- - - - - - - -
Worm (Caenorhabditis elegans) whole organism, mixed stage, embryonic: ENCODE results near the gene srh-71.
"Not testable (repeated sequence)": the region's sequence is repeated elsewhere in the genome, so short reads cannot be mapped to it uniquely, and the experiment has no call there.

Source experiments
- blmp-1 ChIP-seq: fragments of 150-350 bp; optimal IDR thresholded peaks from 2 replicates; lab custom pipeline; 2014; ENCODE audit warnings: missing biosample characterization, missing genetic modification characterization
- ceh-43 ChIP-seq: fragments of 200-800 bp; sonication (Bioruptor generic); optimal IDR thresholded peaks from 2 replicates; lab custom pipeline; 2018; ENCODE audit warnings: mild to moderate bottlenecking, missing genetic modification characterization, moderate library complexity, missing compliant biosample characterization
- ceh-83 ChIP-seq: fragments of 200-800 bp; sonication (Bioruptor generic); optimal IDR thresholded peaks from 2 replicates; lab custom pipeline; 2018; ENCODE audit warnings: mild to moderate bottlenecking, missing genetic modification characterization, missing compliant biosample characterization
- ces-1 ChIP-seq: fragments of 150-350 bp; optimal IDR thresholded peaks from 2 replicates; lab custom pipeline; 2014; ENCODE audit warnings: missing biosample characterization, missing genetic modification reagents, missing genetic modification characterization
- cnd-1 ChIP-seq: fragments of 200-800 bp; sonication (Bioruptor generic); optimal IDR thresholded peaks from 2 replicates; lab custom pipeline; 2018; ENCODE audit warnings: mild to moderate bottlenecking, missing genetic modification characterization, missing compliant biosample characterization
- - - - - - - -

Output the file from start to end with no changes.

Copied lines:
Worm (Caenorhabditis elegans) whole organism, mixed stage, embryonic: ENCODE results near the gene srh-71.
"Not testable (repeated sequence)": the region's sequence is repeated elsewhere in the genome, so short reads cannot be mapped to it uniquely, and the experiment has no call there.

Source experiments
- blmp-1 ChIP-seq: fragments of 150-350 bp; optimal IDR thresholded peaks from 2 replicates; lab custom pipeline; 2014; ENCODE audit warnings: missing biosample characterization, missing genetic modification characterization
- ceh-43 ChIP-seq: fragments of 200-800 bp; sonication (Bioruptor generic); optimal IDR thresholded peaks from 2 replicates; lab custom pipeline; 2018; ENCODE audit warnings: mild to moderate bottlenecking, missing genetic modification characterization, moderate library complexity, missing compliant biosample characterization
- ceh-83 ChIP-seq: fragments of 200-800 bp; sonication (Bioruptor generic); optimal IDR thresholded peaks from 2 replicates; lab custom pipeline; 2018; ENCODE audit warnings: mild to moderate bottlenecking, missing genetic modification characterization, missing compliant biosample characterization
- ces-1 ChIP-seq: fragments of 150-350 bp; optimal IDR thresholded peaks from 2 replicates; lab custom pipeline; 2014; ENCODE audit warnings: missing biosample characterization, missing genetic modification reagents, missing genetic modification characterization
- cnd-1 ChIP-seq: fragments of 200-800 bp; sonication (Bioruptor generic); optimal IDR thresholded peaks from 2 replicates; lab custom pipeline; 2018; ENCODE audit warnings: mild to moderate bottlenecking, missing genetic modification characterization, missing compliant biosample characterization